Archive for April 29, 2013

New Center for Research on Cyberlearning

This is a pretty exciting center.  EDC does very good work, and Jeremy Roschelle is an excellent researcher in learning sciences (author of the JLS article on economic benefits of STEM education that I blogged on last year).

The new center aims to maximize the potential of NSF-funded projects focused on learning with technology, with the goal of addressing pressing needs in STEM education. Of particular interest are technological advances that allow more personalized learning experiences, that draw in and promote learning among those in populations not currently well-served, and that allow access to learning resources. EDC’s role will be to assess the needs of NSF grantees, foster the development of partnerships, and facilitate and lead events that bring together grantees and stakeholders from the national cyberlearning community.

“This initiative brings another NSF program resource center to EDC and allows us to harness our collective experience and knowledge in this area,” said EDC’s Sarita Pillai, who will lead the EDC team. “Through this work, we expect to accelerate progress in the field of cyberlearning and to improve student learning in the areas of science, technology, engineering, and math.”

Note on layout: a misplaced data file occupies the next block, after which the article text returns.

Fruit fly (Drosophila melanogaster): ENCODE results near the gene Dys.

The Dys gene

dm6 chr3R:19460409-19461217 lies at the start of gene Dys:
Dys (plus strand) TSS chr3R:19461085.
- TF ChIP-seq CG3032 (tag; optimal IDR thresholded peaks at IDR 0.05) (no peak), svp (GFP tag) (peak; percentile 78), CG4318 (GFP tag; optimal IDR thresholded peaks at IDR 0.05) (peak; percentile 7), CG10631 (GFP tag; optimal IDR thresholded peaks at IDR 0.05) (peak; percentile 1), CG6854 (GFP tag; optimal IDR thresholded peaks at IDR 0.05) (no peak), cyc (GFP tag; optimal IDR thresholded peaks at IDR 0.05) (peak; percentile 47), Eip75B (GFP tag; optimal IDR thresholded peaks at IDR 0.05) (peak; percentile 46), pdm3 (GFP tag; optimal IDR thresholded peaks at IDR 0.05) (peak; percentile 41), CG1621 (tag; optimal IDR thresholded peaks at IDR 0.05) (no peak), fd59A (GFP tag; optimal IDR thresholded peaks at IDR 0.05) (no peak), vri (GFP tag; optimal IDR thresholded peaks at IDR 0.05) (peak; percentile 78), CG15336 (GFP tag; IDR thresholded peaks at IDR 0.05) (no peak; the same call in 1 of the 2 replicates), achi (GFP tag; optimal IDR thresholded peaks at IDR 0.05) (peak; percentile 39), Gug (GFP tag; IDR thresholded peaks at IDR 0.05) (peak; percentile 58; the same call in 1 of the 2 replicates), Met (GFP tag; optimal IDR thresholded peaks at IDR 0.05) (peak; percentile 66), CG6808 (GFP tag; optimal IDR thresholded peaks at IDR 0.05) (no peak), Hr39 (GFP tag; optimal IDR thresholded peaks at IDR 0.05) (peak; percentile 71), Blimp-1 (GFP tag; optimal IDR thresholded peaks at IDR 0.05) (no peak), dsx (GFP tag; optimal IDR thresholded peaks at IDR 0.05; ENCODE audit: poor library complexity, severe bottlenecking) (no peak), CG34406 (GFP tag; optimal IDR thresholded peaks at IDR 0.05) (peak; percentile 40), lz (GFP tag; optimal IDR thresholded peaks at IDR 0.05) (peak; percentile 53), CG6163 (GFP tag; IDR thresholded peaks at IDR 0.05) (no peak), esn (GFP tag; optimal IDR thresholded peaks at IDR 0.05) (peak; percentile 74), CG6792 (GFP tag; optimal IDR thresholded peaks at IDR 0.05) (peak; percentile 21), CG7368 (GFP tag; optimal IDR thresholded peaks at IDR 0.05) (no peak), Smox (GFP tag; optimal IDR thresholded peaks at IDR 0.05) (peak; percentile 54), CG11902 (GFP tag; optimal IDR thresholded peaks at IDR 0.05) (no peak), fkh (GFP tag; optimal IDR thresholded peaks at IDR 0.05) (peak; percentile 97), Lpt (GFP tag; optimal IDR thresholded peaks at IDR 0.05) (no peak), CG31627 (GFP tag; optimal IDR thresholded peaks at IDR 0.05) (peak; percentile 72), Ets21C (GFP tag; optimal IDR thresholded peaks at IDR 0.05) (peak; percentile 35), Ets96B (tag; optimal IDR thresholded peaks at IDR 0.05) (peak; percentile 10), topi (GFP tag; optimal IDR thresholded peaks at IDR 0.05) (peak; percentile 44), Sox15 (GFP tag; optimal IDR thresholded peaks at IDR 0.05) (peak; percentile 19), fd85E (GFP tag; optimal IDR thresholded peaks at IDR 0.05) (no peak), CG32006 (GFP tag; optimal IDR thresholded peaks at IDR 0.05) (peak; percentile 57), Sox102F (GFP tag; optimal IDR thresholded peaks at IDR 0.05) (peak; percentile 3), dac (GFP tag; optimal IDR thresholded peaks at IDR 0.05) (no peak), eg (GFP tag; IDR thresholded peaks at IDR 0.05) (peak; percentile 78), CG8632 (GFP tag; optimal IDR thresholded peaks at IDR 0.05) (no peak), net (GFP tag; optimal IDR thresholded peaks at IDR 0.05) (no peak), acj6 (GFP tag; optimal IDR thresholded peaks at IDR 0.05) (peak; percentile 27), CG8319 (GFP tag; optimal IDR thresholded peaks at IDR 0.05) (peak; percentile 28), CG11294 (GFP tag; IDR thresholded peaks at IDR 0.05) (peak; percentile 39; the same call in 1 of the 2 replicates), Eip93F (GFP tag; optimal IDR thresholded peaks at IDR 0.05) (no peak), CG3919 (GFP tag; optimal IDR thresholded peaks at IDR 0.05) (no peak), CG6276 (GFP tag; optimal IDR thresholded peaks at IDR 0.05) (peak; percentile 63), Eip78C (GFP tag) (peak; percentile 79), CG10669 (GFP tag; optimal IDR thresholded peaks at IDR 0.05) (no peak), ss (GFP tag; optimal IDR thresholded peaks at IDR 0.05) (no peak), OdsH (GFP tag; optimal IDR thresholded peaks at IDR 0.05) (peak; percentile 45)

“This is a timely, important opportunity to connect high-quality research with the rapidly growing market for digital learning, an area of intense need and investment in Silicon Valley and throughout the country,” said SRI’s Jeremy Roschelle, director of CIRCL.

via EDC a Partner in New Center for Research on Cyberlearning | Education Development Center.

April 29, 2013 at 1:32 am Leave a comment

Making Education a Team Sport

This is a compelling vision.  Set aside MOOCs or not — how could we use a team-based approach in building postsecondary education, so that we have the best of texts, tools, in-class experiences, videos, and individualized tutoring and advising?  If we want higher-quality, we can’t expect one teacher to perform all roles for increasing numbers of students.

The real threat to traditional higher education embraces a more radical vision that removes faculty from the organizational center and uses cognitive science to organize the learning around the learner. Such models exist now.

Consider, for example the implications of Carnegie Mellon’s Open Learning Initiative. More than 10 years ago, Herb Simon, the Carnegie Mellon University professor and Nobel laureate, declared, “Improvement in postsecondary education will require converting teaching from a solo sport to a community-based research activity.” The Open Learning Initiative (OLI) is an outgrowth of that vision and has been striving to realize it for more than a decade.

via Essay on how technology and new ways of teaching could upend colleges’ traditional models | Inside Higher Ed.

April 29, 2013 at 1:20 am Leave a comment


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